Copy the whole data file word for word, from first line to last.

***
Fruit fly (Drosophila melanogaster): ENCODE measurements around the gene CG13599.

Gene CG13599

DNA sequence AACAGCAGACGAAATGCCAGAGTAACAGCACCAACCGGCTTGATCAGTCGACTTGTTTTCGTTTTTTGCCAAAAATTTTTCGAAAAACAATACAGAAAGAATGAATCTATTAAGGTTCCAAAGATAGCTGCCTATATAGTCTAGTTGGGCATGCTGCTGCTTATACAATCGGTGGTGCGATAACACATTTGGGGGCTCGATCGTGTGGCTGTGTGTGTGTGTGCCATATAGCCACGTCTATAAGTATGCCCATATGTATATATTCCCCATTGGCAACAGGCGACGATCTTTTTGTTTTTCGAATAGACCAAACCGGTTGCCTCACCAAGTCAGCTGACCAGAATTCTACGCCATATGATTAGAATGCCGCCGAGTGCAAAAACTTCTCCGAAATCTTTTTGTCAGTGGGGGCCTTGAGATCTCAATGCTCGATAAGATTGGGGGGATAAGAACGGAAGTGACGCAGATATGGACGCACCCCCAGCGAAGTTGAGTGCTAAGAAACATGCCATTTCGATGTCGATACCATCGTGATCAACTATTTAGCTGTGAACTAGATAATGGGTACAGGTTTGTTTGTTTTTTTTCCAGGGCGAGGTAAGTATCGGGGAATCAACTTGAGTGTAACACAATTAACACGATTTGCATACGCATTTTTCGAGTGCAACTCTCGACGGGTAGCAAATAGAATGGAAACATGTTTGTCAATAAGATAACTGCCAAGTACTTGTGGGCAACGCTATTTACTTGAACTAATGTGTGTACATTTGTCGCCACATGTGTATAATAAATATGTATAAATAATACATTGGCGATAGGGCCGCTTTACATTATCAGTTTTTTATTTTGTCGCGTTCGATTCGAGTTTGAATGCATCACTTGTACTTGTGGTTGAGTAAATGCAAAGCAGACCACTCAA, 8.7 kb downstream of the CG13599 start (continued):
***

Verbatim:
Fruit fly (Drosophila melanogaster): ENCODE measurements around the gene CG13599.

Gene CG13599

DNA sequence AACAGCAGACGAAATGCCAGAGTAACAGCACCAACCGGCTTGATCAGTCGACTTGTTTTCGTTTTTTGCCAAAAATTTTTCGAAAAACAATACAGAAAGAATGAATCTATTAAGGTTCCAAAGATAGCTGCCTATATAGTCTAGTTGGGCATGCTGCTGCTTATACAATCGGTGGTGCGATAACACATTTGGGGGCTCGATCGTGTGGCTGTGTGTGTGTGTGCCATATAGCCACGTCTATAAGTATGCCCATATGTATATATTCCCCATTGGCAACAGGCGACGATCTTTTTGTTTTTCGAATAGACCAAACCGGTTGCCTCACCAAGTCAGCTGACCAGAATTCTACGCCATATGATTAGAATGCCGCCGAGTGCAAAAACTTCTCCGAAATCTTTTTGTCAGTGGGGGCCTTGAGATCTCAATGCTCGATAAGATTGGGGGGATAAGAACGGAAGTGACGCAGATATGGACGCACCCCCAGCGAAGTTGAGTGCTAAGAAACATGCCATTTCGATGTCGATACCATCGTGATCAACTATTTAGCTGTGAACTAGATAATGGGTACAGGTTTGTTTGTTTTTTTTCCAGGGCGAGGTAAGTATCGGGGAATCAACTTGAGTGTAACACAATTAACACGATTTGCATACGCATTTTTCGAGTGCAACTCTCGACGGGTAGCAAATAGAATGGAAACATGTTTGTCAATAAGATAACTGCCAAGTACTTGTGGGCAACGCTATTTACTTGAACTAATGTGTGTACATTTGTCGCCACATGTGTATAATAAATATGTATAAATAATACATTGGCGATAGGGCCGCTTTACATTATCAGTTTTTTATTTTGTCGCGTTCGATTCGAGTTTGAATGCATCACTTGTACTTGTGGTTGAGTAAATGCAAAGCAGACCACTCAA, 8.7 kb downstream of the CG13599 start (continued):